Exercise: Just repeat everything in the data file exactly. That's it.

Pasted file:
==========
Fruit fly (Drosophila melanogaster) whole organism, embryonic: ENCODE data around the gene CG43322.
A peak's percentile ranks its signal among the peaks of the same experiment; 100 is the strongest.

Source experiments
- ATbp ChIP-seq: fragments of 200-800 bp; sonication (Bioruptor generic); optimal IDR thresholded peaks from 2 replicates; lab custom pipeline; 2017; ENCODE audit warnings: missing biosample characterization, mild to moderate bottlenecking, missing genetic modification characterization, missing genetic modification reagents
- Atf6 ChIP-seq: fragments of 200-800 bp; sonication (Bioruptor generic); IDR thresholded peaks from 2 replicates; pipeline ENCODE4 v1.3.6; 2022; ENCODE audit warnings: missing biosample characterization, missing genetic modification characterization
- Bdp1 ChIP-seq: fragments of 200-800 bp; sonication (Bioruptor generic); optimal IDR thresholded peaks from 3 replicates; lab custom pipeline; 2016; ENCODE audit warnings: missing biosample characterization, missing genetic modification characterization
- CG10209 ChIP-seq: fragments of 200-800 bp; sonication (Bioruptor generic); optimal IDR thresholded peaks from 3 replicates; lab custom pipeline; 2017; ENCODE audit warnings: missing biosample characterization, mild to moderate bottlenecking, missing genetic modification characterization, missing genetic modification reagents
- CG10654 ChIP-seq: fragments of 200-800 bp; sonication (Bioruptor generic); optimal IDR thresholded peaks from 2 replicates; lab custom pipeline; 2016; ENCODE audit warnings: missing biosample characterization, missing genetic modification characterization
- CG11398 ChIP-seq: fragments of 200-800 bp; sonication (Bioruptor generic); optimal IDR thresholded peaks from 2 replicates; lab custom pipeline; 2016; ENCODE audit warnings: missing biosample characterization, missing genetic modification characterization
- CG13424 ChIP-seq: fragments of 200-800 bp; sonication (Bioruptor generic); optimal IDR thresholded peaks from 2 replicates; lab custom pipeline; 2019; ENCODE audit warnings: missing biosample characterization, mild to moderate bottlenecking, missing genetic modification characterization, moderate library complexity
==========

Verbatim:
Fruit fly (Drosophila melanogaster) whole organism, embryonic: ENCODE data around the gene CG43322.
A peak's percentile ranks its signal among the peaks of the same experiment; 100 is the strongest.

Source experiments
- ATbp ChIP-seq: fragments of 200-800 bp; sonication (Bioruptor generic); optimal IDR thresholded peaks from 2 replicates; lab custom pipeline; 2017; ENCODE audit warnings: missing biosample characterization, mild to moderate bottlenecking, missing genetic modification characterization, missing genetic modification reagents
- Atf6 ChIP-seq: fragments of 200-800 bp; sonication (Bioruptor generic); IDR thresholded peaks from 2 replicates; pipeline ENCODE4 v1.3.6; 2022; ENCODE audit warnings: missing biosample characterization, missing genetic modification characterization
- Bdp1 ChIP-seq: fragments of 200-800 bp; sonication (Bioruptor generic); optimal IDR thresholded peaks from 3 replicates; lab custom pipeline; 2016; ENCODE audit warnings: missing biosample characterization, missing genetic modification characterization
- CG10209 ChIP-seq: fragments of 200-800 bp; sonication (Bioruptor generic); optimal IDR thresholded peaks from 3 replicates; lab custom pipeline; 2017; ENCODE audit warnings: missing biosample characterization, mild to moderate bottlenecking, missing genetic modification characterization, missing genetic modification reagents
- CG10654 ChIP-seq: fragments of 200-800 bp; sonication (Bioruptor generic); optimal IDR thresholded peaks from 2 replicates; lab custom pipeline; 2016; ENCODE audit warnings: missing biosample characterization, missing genetic modification characterization
- CG11398 ChIP-seq: fragments of 200-800 bp; sonication (Bioruptor generic); optimal IDR thresholded peaks from 2 replicates; lab custom pipeline; 2016; ENCODE audit warnings: missing biosample characterization, missing genetic modification characterization
- CG13424 ChIP-seq: fragments of 200-800 bp; sonication (Bioruptor generic); optimal IDR thresholded peaks from 2 replicates; lab custom pipeline; 2019; ENCODE audit warnings: missing biosample characterization, mild to moderate bottlenecking, missing genetic modification characterization, moderate library complexity